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higgins01
January 5th, 2010, 04:54 AM
I have a Dell Inspiron 8600 laptop on which I recently installed Ubuntu 9.10. Most things work, but the wireless will not connect to my home wireless network (a Linksys WRT54G). (Cannot see any other WIFI antennas from here, so I don't know if it works on other networks). Ubuntu says I have an Intel PRO/Wireless 2200BG, Kernel Driver ipw2200.



When I try to look for a wireless network, Ubuntu doesn't see any. (Every other computer in the house does, Macs and PCs). I tried “Connect to Hidden Wireless Network” > New > and filled in the name and the WEP password that the Linksys gave me. When I select “Connect to Hidden Wireless Network” and select the network that I entered all the information for, the Connect button is always grayed out.

higgins01
January 5th, 2010, 10:09 PM
When I bought the Linksys WRT54G years ago and told it I wanted a secure network (WEP), it asked me for a password, then spit back out four 26-character hex numbers. Over the years I learned by experiment that the password (now forgotten) never works on new computers, but one of the 4 hex numbers usually does. In the case of my new Ubuntu system, I tried all 4 (one at a time), and none of them work. These 4 numbers are stored in a text file (a gross violation of security) so I cut and paste them and know I didn't make any keystroke entry errors.
My calculations tell me that these 26-character hex numbers are only 104 bits long each, but Ubuntu is asking me for a 40/128 bit key. Does that mean 40 OR 128 or 40 THROUGH 128? Why are there 4 numbers? Why are they only 104 bits? Why do some of them work only on some systems? Does any of this help explain why Ubuntu does not see my wireless router?

higgins01
January 6th, 2010, 08:19 PM
I took the laptop into work to try it in an environment with lots of WIFI sources. The other computers there see half a dozen networks, some secure, some open. The Ubuntu system sees none of them, is it supposed to? I tried entering the work network, which has a WEP passphrase, as a hidden system but it just keeps coming back and asking for the passphrase over and over again.
What is a hidden network anyway? Is that Ubuntu-speak for a secure WIFI antenna? Every other computer I look at can see both the secure and open networks. None of them are “hidden”.
Does anyone know how to get this Ubuntu system to see ANY wireless networks?

bkratz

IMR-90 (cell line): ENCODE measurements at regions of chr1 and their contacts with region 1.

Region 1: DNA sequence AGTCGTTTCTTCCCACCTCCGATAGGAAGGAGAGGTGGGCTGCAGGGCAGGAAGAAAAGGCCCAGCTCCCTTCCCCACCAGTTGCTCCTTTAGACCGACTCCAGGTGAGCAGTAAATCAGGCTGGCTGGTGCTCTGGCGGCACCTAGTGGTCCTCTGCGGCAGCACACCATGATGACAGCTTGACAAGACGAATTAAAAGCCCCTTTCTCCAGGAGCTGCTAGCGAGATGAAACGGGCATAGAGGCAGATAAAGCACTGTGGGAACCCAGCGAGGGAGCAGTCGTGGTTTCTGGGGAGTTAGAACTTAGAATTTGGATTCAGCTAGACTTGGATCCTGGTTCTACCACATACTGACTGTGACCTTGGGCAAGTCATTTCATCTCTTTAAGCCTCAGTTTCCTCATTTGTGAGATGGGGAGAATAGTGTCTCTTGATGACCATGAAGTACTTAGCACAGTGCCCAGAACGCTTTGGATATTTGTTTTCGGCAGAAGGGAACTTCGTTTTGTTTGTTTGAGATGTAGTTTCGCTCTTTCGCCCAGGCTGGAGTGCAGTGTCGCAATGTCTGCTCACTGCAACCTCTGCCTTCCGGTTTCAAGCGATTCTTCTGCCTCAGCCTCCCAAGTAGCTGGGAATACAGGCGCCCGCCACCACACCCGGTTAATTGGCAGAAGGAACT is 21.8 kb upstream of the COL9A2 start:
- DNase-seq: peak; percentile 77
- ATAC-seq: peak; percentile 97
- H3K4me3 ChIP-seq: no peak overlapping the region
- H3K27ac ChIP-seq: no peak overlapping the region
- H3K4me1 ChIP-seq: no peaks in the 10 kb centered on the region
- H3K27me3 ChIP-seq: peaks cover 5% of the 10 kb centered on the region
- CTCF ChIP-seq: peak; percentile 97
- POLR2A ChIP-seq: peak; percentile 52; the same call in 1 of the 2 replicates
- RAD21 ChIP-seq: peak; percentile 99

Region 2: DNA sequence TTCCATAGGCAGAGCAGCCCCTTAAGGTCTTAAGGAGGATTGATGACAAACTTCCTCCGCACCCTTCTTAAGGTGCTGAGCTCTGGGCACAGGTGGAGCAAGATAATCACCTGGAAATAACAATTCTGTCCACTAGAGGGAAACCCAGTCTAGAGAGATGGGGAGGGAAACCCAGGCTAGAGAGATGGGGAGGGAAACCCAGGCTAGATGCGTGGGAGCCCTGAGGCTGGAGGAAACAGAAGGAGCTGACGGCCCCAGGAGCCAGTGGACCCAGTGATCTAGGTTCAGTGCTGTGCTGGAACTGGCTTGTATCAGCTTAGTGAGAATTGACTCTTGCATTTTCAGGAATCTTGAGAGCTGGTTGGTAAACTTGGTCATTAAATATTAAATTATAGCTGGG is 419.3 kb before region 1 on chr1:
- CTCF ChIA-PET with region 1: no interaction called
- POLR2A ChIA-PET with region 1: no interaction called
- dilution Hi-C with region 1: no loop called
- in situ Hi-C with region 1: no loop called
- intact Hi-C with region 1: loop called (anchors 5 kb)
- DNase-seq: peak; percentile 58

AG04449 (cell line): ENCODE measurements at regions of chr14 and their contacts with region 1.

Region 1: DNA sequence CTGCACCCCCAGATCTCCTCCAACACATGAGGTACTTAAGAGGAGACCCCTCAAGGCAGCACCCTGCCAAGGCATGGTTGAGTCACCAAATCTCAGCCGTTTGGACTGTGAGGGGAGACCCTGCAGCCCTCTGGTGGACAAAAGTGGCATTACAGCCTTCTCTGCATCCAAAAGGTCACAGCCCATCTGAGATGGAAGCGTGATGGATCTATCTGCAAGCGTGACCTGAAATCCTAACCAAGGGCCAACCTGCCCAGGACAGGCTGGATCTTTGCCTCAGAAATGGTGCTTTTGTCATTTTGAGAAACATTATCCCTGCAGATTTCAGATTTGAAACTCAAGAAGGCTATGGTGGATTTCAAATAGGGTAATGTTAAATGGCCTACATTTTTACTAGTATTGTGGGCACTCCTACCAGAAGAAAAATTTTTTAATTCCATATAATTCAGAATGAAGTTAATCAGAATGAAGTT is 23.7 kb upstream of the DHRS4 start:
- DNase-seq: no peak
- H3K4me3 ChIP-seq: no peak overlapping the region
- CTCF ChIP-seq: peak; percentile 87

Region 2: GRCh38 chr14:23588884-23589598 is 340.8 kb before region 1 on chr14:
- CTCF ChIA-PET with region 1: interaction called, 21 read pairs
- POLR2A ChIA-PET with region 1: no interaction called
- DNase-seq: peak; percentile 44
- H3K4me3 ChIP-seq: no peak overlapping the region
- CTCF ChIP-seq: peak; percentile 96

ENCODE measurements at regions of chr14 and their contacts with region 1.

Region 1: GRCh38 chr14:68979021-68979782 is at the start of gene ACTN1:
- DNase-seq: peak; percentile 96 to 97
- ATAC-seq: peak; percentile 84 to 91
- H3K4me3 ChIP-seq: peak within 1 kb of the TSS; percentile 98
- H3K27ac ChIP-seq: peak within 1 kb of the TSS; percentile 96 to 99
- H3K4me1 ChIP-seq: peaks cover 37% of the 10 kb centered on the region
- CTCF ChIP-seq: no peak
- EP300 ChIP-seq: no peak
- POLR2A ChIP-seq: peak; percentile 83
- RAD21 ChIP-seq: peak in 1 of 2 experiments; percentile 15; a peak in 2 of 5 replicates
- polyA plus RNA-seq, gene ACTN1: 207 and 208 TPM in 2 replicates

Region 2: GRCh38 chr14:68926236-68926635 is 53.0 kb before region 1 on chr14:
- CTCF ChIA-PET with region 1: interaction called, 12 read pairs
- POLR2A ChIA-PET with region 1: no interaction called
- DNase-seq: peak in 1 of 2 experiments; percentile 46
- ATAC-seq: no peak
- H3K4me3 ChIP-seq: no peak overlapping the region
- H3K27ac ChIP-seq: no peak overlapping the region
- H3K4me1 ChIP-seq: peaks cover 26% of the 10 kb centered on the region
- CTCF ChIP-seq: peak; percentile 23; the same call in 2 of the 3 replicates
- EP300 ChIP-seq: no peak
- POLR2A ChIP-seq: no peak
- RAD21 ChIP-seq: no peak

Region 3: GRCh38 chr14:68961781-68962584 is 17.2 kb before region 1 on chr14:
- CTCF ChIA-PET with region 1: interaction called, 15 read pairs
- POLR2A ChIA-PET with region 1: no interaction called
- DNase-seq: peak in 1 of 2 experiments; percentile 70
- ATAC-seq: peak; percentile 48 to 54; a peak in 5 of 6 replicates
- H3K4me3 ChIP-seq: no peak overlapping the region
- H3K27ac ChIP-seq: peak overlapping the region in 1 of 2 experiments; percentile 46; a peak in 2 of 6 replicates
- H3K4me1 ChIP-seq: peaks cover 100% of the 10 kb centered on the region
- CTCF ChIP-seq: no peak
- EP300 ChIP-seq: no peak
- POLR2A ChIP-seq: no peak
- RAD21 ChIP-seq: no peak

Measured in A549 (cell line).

January 6th, 2010, 09:56 PM
When I bought the Linksys WRT54G years ago and told it I wanted a secure network (WEP), it asked me for a password, then spit back out four 26-character hex numbers. Over the years I learned by experiment that the password (now forgotten) never works on new computers, but one of the 4 hex numbers usually does. In the case of my new Ubuntu system, I tried all 4 (one at a time), and none of them work. These 4 numbers are stored in a text file (a gross violation of security) so I cut and paste them and know I didn't make any keystroke entry errors.
My calculations tell me that these 26-character hex numbers are only 104 bits long each, but Ubuntu is asking me for a 40/128 bit key. Does that mean 40 OR 128 or 40 THROUGH 128? Why are there 4 numbers? Why are they only 104 bits? Why do some of them work only on some systems? Does any of this help explain why Ubuntu does not see my wireless router?

First, from Wikipedia

A 128-bit WEP key is almost always entered by users as a string of 26 hexadecimal (base 16) characters (0-9 and A-F). Each character represents four bits of the key. 26 digits of four bits each gives 104 bits; adding the 24-bit IV produces the final 128-bit WEP key. So 104 is ok. First of all is there any kind of switch or key combination that needs to be turned-on?


I thought the Intel wireless generally worked out of the box? Anyway, if you go to the terminal
Applications>>Accessories>>Terminal

Type in
sudo iwlist scan (IWLIST in lowercase)
It will require your password, but won't display it hit enter
If should show you all wireless networks that you can see.

If you get nothing
Try
sudo lshw -C network
and copy/paste the output back here

higgins01
January 8th, 2010, 11:21 AM
Here are the results of the commands you suggested. (I removed the wired interface description for brevity, it is working fine). I notice it says the wireless radio is off, the drop down menu from right-clicking the network icon has Enable Wireless checked, where else do I go to turn it on?

kate@kate-laptop:~$ sudo iwlist scan
[sudo] password for kate:
lo Interface doesn't support scanning.

eth0 Interface doesn't support scanning.

eth1 No scan results

kate@kate-laptop:~$ sudo lshw -c network
*-network:1
description: Wireless interface
product: PRO/Wireless 2200BG [Calexico2] Network Connection
vendor: Intel Corporation
physical id: 3
bus info: pci@0000:02:03.0
logical name: eth1
version: 05
serial: 00:0e:35:af:a8:0e
width: 32 bits
clock: 33MHz
capabilities: pm bus_master cap_list ethernet physical wireless
configuration: broadcast=yes driver=ipw2200 driverversion=1.2.2kmprq firmware=ABG:9.0.5.27 (Dec 12 2007) latency=32 link=no maxlatency=24 mingnt=3 multicast=yes wireless=radio off
resources: irq:7 memory:faffc000-faffcfff

higgins01
January 16th, 2010, 07:07 AM
I did a search on "ubuntu wireless=radio off" and found this page:
https://help.ubuntu.com/community/WifiDocs/WirelessTroubleShootingGuide
which has a section about Laptops with power saving modes that turn off the antenna

Turns out that on this particular laptop, all we had to do was hit Fn-F2, the antenna came on, and we are online! This message was sent over that antenna.